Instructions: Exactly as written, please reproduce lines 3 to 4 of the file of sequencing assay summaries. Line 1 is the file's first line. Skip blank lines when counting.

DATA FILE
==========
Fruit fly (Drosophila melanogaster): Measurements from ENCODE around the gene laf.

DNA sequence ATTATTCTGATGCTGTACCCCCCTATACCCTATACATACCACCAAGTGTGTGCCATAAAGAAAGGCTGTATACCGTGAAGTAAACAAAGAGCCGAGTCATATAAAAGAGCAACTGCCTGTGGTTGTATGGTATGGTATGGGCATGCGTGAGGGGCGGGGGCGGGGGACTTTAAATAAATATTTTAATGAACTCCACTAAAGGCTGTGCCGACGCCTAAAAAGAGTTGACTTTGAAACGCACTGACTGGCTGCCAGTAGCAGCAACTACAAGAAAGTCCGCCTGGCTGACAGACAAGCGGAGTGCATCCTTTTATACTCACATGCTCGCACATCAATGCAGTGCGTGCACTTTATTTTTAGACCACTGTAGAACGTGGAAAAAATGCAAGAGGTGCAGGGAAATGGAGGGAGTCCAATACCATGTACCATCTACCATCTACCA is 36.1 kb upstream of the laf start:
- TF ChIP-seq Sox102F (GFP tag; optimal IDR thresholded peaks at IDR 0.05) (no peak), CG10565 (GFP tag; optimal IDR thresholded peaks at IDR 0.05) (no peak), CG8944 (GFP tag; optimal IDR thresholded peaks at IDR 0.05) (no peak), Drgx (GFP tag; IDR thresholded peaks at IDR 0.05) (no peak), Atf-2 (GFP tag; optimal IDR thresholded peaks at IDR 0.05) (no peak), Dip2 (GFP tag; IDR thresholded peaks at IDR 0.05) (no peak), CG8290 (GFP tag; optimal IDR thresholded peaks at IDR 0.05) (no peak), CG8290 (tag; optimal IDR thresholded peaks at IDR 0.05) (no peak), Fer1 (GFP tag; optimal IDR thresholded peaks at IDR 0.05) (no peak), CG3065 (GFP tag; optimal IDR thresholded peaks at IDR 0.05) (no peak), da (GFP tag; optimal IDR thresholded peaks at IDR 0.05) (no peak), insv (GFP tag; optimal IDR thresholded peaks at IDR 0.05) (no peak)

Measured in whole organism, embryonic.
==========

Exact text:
- TF ChIP-seq Sox102F (GFP tag; optimal IDR thresholded peaks at IDR 0.05) (no peak), CG10565 (GFP tag; optimal IDR thresholded peaks at IDR 0.05) (no peak), CG8944 (GFP tag; optimal IDR thresholded peaks at IDR 0.05) (no peak), Drgx (GFP tag; IDR thresholded peaks at IDR 0.05) (no peak), Atf-2 (GFP tag; optimal IDR thresholded peaks at IDR 0.05) (no peak), Dip2 (GFP tag; IDR thresholded peaks at IDR 0.05) (no peak), CG8290 (GFP tag; optimal IDR thresholded peaks at IDR 0.05) (no peak), CG8290 (tag; optimal IDR thresholded peaks at IDR 0.05) (no peak), Fer1 (GFP tag; optimal IDR thresholded peaks at IDR 0.05) (no peak), CG3065 (GFP tag; optimal IDR thresholded peaks at IDR 0.05) (no peak), da (GFP tag; optimal IDR thresholded peaks at IDR 0.05) (no peak), insv (GFP tag; optimal IDR thresholded peaks at IDR 0.05) (no peak)

Measured in whole organism, embryonic.